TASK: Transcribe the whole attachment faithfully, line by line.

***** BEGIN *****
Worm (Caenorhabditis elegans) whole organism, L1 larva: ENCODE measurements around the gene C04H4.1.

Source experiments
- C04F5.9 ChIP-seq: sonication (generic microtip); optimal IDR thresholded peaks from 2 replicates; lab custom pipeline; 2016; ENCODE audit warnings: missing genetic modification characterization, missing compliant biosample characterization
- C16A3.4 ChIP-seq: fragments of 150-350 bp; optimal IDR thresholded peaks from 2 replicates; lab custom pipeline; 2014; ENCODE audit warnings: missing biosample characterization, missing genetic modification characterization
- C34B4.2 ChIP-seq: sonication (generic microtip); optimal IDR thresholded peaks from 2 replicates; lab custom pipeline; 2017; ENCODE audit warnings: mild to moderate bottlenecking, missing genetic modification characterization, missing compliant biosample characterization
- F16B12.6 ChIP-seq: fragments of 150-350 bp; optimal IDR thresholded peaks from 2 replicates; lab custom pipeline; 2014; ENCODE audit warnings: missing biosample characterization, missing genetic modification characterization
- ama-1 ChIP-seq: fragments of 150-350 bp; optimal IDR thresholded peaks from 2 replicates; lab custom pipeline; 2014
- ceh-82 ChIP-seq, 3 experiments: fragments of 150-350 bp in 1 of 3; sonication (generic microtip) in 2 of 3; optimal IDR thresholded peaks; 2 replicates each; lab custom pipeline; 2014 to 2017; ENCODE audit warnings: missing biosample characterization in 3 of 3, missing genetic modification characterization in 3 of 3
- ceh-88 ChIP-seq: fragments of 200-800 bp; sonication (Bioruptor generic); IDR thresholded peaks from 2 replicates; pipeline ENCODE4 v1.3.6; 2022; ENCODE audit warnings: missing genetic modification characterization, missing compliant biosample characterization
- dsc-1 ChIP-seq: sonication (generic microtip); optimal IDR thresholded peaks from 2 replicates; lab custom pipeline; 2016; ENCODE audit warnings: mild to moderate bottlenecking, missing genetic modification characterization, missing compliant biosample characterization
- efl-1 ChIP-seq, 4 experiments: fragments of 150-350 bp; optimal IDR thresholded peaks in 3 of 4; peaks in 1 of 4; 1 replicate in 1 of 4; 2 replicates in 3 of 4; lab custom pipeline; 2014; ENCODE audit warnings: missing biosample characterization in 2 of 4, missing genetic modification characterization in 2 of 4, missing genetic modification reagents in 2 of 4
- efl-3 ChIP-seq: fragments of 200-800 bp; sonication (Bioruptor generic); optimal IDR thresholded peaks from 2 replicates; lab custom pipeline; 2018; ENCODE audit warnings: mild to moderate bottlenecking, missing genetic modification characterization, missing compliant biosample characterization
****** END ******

Worm (Caenorhabditis elegans) whole organism, L1 larva: ENCODE measurements around the gene C04H4.1.

Source experiments
- C04F5.9 ChIP-seq: sonication (generic microtip); optimal IDR thresholded peaks from 2 replicates; lab custom pipeline; 2016; ENCODE audit warnings: missing genetic modification characterization, missing compliant biosample characterization
- C16A3.4 ChIP-seq: fragments of 150-350 bp; optimal IDR thresholded peaks from 2 replicates; lab custom pipeline; 2014; ENCODE audit warnings: missing biosample characterization, missing genetic modification characterization
- C34B4.2 ChIP-seq: sonication (generic microtip); optimal IDR thresholded peaks from 2 replicates; lab custom pipeline; 2017; ENCODE audit warnings: mild to moderate bottlenecking, missing genetic modification characterization, missing compliant biosample characterization
- F16B12.6 ChIP-seq: fragments of 150-350 bp; optimal IDR thresholded peaks from 2 replicates; lab custom pipeline; 2014; ENCODE audit warnings: missing biosample characterization, missing genetic modification characterization
- ama-1 ChIP-seq: fragments of 150-350 bp; optimal IDR thresholded peaks from 2 replicates; lab custom pipeline; 2014
- ceh-82 ChIP-seq, 3 experiments: fragments of 150-350 bp in 1 of 3; sonication (generic microtip) in 2 of 3; optimal IDR thresholded peaks; 2 replicates each; lab custom pipeline; 2014 to 2017; ENCODE audit warnings: missing biosample characterization in 3 of 3, missing genetic modification characterization in 3 of 3
- ceh-88 ChIP-seq: fragments of 200-800 bp; sonication (Bioruptor generic); IDR thresholded peaks from 2 replicates; pipeline ENCODE4 v1.3.6; 2022; ENCODE audit warnings: missing genetic modification characterization, missing compliant biosample characterization
- dsc-1 ChIP-seq: sonication (generic microtip); optimal IDR thresholded peaks from 2 replicates; lab custom pipeline; 2016; ENCODE audit warnings: mild to moderate bottlenecking, missing genetic modification characterization, missing compliant biosample characterization
- efl-1 ChIP-seq, 4 experiments: fragments of 150-350 bp; optimal IDR thresholded peaks in 3 of 4; peaks in 1 of 4; 1 replicate in 1 of 4; 2 replicates in 3 of 4; lab custom pipeline; 2014; ENCODE audit warnings: missing biosample characterization in 2 of 4, missing genetic modification characterization in 2 of 4, missing genetic modification reagents in 2 of 4
- efl-3 ChIP-seq: fragments of 200-800 bp; sonication (Bioruptor generic); optimal IDR thresholded peaks from 2 replicates; lab custom pipeline; 2018; ENCODE audit warnings: mild to moderate bottlenecking, missing genetic modification characterization, missing compliant biosample characterization